When a public official has been in office as long as Dianne Feinstein has served in the U.S. Senate, voters understandably wonder whether it shouldn't be someone else's turn. But change for the sake of change is seldom a compelling argument for unseating an incumbent, and it's especially unpersuasive in this year's election.
Feinstein, a California Democrat who first joined the Senate after winning a special election in 1992, may be an entrenched incumbent, but she's also an effective one. Her Republican opponent, Elizabeth Emken, a former lobbyist for autistic children with a background in business, is earnest but untested, and her grasp of the issues is underwhelming.
Over the years, Feinstein has brought a deliberate and detail-minded approach to her duties. Although she at times has disappointed her party's liberal base — notably with her vote in favor of the war in Iraq — she has compiled a generally progressive voting record. She voted for healthcare reform, is a leader in the effort to reenact a lapsed ban on assault weapons and has proposed repeal of the Defense of Marriage Act.
She has been a key participant — and a thoughtful, rational one — in efforts to reform the country's broken immigration system. Her focus has been on ensuring an adequate labor supply for California farmers, proposing a pilot program under which undocumented farm workers could continue working in this country legally if they pay a fine, meet their tax obligations, have clean criminal records and commit to working in U.S. agriculture for five years. That so-called AgJOBS legislation would be a down payment on a comprehensive bill that would recognize the importance of immigrants' labor and the moral imperative of bringing them out of the shadows.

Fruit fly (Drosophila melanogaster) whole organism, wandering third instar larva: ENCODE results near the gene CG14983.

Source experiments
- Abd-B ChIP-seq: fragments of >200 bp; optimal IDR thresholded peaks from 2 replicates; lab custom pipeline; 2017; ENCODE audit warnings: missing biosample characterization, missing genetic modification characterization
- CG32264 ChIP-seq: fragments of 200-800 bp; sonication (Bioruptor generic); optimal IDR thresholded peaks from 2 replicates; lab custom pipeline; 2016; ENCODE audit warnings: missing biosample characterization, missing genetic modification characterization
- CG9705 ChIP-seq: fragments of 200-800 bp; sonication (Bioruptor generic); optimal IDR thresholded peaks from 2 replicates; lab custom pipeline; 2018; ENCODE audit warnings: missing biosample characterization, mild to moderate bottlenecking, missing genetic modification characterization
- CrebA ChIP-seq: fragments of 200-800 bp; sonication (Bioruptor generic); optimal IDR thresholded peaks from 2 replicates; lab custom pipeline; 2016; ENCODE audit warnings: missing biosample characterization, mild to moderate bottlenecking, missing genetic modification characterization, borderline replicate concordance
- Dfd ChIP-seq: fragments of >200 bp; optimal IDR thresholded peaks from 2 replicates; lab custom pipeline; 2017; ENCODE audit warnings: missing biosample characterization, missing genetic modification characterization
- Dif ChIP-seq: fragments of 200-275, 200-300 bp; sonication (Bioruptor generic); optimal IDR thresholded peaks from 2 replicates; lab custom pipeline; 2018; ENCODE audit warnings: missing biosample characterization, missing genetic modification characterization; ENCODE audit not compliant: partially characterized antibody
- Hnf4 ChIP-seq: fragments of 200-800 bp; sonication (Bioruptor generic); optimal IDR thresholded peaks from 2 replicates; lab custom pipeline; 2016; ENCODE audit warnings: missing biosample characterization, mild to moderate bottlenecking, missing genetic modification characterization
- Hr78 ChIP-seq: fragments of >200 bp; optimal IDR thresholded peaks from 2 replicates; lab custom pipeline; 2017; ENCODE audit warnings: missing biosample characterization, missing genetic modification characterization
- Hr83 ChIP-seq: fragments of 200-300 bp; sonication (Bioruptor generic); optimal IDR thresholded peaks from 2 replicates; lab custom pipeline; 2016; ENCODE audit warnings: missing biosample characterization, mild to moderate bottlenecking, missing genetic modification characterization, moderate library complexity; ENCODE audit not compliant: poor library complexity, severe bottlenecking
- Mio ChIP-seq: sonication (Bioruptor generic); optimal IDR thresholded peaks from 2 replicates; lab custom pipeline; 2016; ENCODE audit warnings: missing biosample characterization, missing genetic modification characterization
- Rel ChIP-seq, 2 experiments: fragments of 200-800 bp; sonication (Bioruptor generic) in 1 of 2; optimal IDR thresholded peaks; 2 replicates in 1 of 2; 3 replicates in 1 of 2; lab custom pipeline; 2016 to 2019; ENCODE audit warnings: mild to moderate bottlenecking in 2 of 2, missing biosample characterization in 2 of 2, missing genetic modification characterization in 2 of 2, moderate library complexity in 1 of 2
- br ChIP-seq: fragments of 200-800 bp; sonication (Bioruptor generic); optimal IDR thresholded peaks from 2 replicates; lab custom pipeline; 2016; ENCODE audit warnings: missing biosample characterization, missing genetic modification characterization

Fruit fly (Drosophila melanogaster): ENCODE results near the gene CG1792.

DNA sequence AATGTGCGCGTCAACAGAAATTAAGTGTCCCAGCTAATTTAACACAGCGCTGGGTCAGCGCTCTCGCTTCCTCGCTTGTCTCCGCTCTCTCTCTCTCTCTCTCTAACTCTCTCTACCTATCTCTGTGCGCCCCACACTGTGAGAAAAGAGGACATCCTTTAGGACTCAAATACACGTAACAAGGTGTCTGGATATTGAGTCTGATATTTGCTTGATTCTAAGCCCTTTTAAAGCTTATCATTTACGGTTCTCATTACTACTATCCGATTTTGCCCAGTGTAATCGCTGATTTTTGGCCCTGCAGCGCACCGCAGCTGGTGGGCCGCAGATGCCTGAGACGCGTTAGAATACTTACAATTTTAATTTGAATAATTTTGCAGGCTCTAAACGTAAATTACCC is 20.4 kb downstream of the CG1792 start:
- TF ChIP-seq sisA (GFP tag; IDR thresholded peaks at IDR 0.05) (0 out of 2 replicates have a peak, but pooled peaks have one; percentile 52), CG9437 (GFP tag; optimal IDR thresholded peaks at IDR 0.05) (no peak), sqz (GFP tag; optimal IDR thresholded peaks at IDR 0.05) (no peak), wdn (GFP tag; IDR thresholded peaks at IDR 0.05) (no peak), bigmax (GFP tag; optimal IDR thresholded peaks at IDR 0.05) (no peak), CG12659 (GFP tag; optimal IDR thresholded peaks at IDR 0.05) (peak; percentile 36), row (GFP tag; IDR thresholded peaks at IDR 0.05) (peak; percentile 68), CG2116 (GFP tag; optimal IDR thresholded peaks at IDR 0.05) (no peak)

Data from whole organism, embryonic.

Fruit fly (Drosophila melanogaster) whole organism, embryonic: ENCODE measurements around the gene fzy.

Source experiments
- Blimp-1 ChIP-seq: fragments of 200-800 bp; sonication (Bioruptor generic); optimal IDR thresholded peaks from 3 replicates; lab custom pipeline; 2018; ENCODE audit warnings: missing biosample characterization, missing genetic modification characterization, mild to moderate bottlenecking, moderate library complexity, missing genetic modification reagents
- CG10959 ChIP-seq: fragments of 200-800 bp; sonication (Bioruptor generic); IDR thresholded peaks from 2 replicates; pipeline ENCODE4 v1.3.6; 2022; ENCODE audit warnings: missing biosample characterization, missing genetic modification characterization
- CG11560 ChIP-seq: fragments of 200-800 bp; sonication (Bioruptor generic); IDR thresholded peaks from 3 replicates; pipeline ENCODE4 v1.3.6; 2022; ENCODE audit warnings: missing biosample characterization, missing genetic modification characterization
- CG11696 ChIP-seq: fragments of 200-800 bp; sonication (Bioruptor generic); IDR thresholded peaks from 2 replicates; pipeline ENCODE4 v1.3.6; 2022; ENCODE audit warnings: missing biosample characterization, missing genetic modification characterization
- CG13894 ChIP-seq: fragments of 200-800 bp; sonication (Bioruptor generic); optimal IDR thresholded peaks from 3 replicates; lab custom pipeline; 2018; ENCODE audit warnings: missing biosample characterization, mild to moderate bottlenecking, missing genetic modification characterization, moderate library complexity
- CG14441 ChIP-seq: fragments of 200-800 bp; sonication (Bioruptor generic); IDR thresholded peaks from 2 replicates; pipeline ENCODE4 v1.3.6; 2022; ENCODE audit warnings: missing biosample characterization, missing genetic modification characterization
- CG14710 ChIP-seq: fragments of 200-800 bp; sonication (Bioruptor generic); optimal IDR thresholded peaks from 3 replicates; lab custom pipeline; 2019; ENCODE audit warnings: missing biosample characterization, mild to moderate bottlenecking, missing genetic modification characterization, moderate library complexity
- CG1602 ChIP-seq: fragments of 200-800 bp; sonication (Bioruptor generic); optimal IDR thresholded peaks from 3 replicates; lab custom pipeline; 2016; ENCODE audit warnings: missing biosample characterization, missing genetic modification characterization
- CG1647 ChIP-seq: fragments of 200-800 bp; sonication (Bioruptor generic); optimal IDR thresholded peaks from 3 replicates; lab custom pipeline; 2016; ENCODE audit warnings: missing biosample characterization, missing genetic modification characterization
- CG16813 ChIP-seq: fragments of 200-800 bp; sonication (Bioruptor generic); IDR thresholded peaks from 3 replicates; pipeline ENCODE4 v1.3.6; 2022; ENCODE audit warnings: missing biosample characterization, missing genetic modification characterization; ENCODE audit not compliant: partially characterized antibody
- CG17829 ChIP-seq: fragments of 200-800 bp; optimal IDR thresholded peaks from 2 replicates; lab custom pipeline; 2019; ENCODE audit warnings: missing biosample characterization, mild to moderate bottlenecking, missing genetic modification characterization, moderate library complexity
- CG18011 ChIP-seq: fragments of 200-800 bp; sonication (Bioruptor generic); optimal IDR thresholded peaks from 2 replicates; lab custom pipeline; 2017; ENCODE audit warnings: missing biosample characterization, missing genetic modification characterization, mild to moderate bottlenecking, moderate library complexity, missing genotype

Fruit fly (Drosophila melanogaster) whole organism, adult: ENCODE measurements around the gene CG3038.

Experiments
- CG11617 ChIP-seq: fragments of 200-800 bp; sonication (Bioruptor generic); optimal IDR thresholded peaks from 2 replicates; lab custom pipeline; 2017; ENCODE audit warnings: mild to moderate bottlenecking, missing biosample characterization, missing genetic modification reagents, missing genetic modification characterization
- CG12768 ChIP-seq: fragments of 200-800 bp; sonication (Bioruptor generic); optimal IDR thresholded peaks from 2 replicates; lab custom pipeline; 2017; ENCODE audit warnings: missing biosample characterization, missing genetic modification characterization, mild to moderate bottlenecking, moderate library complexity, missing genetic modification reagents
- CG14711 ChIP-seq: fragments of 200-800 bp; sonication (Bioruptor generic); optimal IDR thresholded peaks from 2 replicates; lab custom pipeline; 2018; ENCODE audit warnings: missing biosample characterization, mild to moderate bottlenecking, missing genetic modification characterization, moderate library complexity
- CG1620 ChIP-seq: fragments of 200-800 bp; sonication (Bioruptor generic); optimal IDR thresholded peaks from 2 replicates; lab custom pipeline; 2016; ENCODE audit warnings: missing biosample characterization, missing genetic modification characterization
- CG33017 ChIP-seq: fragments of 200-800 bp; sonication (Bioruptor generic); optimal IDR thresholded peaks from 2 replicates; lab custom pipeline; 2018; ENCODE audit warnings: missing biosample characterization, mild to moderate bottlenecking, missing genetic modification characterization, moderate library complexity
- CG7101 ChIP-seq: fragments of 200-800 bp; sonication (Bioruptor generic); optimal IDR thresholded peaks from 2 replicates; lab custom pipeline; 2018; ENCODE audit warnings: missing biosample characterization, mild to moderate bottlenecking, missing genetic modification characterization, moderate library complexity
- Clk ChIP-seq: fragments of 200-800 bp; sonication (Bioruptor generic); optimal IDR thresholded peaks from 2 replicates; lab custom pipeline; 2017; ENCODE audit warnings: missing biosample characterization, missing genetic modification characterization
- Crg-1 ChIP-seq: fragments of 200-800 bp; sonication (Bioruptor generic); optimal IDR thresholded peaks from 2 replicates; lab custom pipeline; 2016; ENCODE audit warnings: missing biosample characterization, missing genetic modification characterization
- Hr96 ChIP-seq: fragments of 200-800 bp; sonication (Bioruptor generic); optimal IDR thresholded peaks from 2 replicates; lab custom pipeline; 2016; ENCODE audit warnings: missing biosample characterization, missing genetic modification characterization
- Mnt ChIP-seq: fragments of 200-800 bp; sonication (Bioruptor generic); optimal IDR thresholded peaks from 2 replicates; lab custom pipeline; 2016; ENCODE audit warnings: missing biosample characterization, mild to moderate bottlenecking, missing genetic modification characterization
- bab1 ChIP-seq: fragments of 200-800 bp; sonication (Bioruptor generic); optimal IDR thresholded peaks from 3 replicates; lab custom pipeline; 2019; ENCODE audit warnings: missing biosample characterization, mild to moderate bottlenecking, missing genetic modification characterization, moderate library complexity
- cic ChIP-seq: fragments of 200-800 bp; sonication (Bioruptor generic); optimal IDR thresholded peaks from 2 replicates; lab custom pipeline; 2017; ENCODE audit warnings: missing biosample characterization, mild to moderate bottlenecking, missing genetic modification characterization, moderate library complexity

As chair of the Senate Intelligence Committee, Feinstein has worked cooperatively with the Obama administration and, when possible, with Republicans. She presided over an ambitious investigation of the CIA's "enhanced interrogation techniques" whose results are expected to be released to the public. Though generally supportive of anti-terrorism measures adopted after 9/11, she also has introduced legislation to make it clear that U.S. citizens and permanent residents arrested in this country may not be held indefinitely without charge or trial.
Emken's agenda consists of Republican boilerplate, including opposition to Obamacare, to "amnesty" for illegal immigrants and to higher taxes on wealthy Americans. She opposes abortion and same-sex marriage. On foreign policy, Emken is basically a blank slate, though here too she has recycled GOP talking points, such as the notion that President Obama is insufficiently pro-Israel.
Feinstein's age — she turned 79 in June and would be 85 at the end of another term — serves as a subtext for her challenger's campaign. When Republican voters in Indiana refused to renominate 80-year-old Sen. Richard Lugar, Emken (who is 49) said that "Lugar, just like Sen. Feinstein, stayed too long, lived too far away and made too many bad choices to deserve another six years in Washington." But Feinstein insists that she is in good health, and we have been impressed during this campaign not just by her energy but by her mastery of even the smallest details of complicated policy issues.
This page has had its disagreements with Feinstein. We criticized her attempt to have Congress override state decisions on water allocation, and we question her advocacy of legislation that would make it harder for reporters to interview government officials about national security issues. We have also been critical of her refusal to debate Emken, which only reinforces her image as a detached incumbent out of touch with the people she serves. But she has been a diligent defender of California's interests and a constructive voice in the Senate. Especially given the alternative, endorsing her for another term is an easy call.Copyright © 2014, Los Angeles Times